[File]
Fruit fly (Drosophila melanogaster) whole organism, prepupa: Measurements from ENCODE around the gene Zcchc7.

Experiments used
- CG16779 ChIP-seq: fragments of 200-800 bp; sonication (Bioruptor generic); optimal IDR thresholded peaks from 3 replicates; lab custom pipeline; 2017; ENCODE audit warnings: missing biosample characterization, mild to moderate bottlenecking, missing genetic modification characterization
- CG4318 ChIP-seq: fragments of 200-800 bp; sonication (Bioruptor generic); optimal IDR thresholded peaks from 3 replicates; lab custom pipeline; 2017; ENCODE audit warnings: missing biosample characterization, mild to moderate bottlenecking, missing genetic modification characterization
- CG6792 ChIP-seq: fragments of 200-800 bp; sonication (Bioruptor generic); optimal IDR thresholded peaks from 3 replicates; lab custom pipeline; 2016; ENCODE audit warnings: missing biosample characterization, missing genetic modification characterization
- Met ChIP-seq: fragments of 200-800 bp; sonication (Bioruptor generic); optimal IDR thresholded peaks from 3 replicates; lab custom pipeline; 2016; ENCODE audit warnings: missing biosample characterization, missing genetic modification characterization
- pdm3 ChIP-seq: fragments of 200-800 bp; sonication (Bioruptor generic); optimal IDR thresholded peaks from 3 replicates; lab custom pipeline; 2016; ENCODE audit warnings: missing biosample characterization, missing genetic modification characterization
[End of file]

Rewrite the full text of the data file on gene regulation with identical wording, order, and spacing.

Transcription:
Fruit fly (Drosophila melanogaster) whole organism, prepupa: Measurements from ENCODE around the gene Zcchc7.

Experiments used
- CG16779 ChIP-seq: fragments of 200-800 bp; sonication (Bioruptor generic); optimal IDR thresholded peaks from 3 replicates; lab custom pipeline; 2017; ENCODE audit warnings: missing biosample characterization, mild to moderate bottlenecking, missing genetic modification characterization
- CG4318 ChIP-seq: fragments of 200-800 bp; sonication (Bioruptor generic); optimal IDR thresholded peaks from 3 replicates; lab custom pipeline; 2017; ENCODE audit warnings: missing biosample characterization, mild to moderate bottlenecking, missing genetic modification characterization
- CG6792 ChIP-seq: fragments of 200-800 bp; sonication (Bioruptor generic); optimal IDR thresholded peaks from 3 replicates; lab custom pipeline; 2016; ENCODE audit warnings: missing biosample characterization, missing genetic modification characterization
- Met ChIP-seq: fragments of 200-800 bp; sonication (Bioruptor generic); optimal IDR thresholded peaks from 3 replicates; lab custom pipeline; 2016; ENCODE audit warnings: missing biosample characterization, missing genetic modification characterization
- pdm3 ChIP-seq: fragments of 200-800 bp; sonication (Bioruptor generic); optimal IDR thresholded peaks from 3 replicates; lab custom pipeline; 2016; ENCODE audit warnings: missing biosample characterization, missing genetic modification characterization